A potentially dangerous file is a file that runs malicious code to harm the server or the client. There are servers that allow any file types to be uploaded to the server. This allows the attacker to upload or transfer files of dangerous types that can be automatically processed within the product’s environment.
The following are the possible vulnerabilities the application may face due to a potentially dangerous file:-
- Remote inclusion: This attack involves adding malicious files to the server remotely.
- Linux local file disclosure: Linux local files disclosure involves an attacker having access to all files on a server running on Linux.
- BSD local file disclosure: An attacker has the access to the server running on BSD OS.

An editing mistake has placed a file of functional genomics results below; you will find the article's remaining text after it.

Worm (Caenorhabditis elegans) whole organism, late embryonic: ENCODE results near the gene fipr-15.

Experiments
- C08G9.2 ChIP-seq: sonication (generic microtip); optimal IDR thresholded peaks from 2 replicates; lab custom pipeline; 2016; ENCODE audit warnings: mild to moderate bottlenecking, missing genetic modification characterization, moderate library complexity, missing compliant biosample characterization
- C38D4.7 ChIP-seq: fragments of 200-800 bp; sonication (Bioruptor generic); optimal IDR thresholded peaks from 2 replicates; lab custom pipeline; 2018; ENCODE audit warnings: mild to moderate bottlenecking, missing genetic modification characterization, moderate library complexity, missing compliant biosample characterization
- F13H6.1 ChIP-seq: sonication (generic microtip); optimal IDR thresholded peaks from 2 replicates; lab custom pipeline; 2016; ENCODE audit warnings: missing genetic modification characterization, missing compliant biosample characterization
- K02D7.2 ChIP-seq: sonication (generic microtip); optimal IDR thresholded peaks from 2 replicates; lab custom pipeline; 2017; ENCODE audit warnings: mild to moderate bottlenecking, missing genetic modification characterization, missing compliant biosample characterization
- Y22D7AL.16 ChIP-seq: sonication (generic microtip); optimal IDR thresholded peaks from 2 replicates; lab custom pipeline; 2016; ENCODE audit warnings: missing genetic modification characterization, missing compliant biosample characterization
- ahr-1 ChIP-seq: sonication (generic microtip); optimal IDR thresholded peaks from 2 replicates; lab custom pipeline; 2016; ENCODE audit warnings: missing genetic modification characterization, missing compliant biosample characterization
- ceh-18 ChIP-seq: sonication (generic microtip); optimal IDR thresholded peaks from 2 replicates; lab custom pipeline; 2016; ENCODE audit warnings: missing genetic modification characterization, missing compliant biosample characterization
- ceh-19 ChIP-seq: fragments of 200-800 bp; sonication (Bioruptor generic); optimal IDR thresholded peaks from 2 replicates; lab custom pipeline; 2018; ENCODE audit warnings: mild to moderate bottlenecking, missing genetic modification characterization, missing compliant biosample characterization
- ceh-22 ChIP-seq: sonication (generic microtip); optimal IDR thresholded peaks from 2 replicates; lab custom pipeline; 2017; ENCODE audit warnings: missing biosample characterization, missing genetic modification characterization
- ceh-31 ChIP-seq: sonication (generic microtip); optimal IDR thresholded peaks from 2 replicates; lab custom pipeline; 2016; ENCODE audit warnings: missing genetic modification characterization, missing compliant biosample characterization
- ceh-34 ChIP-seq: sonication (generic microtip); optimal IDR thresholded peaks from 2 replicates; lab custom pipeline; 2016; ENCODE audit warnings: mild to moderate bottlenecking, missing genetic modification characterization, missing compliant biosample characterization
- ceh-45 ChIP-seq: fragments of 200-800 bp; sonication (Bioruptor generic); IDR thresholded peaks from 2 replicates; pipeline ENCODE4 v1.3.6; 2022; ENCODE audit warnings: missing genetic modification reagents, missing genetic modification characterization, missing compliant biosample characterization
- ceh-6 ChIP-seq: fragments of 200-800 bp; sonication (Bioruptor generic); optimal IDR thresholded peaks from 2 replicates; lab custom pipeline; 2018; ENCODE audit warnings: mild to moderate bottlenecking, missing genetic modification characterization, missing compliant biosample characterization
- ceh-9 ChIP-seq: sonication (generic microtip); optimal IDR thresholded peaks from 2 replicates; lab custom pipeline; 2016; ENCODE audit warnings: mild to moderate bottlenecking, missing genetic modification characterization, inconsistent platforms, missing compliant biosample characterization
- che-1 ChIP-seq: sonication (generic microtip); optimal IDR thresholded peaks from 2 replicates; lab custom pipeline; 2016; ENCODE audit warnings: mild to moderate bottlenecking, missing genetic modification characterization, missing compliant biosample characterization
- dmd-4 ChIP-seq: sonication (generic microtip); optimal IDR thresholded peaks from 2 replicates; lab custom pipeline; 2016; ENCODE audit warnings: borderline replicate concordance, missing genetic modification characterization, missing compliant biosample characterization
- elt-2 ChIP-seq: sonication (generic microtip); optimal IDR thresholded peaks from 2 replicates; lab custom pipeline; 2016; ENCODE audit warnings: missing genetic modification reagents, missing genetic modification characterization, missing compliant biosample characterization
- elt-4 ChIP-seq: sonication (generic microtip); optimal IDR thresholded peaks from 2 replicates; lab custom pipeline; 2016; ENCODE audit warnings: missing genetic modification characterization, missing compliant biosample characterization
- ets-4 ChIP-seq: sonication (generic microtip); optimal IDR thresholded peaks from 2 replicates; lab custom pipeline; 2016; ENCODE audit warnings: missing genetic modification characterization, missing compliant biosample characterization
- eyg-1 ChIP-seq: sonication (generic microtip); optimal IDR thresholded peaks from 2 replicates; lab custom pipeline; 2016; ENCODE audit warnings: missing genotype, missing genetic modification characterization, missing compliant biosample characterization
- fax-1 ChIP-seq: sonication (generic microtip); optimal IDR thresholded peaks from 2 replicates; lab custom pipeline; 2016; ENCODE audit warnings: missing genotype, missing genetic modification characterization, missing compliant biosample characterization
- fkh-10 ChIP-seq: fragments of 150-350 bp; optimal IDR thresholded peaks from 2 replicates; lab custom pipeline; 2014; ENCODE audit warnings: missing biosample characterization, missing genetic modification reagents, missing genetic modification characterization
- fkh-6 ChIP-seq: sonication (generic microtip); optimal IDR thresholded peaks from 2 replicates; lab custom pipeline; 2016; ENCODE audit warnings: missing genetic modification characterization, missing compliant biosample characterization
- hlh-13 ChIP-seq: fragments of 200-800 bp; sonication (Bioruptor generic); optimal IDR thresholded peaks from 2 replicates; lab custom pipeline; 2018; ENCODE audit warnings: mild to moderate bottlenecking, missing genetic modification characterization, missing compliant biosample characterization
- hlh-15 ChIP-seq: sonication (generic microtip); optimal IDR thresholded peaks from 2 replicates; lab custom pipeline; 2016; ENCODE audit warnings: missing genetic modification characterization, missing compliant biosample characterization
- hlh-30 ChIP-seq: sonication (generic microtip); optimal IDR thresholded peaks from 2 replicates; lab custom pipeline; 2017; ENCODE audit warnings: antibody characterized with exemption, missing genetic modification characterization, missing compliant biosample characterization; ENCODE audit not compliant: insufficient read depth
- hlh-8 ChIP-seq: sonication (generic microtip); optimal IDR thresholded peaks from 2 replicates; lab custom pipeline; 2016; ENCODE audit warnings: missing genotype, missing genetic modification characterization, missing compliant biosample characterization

- Unix local file disclosure: UNIX local file inclusion is an attack that allows the attacker to access files on a server running on an OS based on UNIX.
- Windows local file disclosure: This attack allows an attacker the access to all files in the server. This vulnerability affects servers running on Windows.
- File disclosure attack using the include_path: The attacker can use the include_path present in the PHP to access all the files in the server.
Using this vulnerability, an attacker can:-
- perform code execution on the server.
- perform Denial of Service.
- leak sensitive information from the application.
Mitigation / Precaution
Beagle recommends the following fixes:-
- Make sure to allow specific file extensions.
- Allow authorised and authenticated users to use the feature.
- Make sure that the uploaded file is actually an image or whatever file type you expect from the server.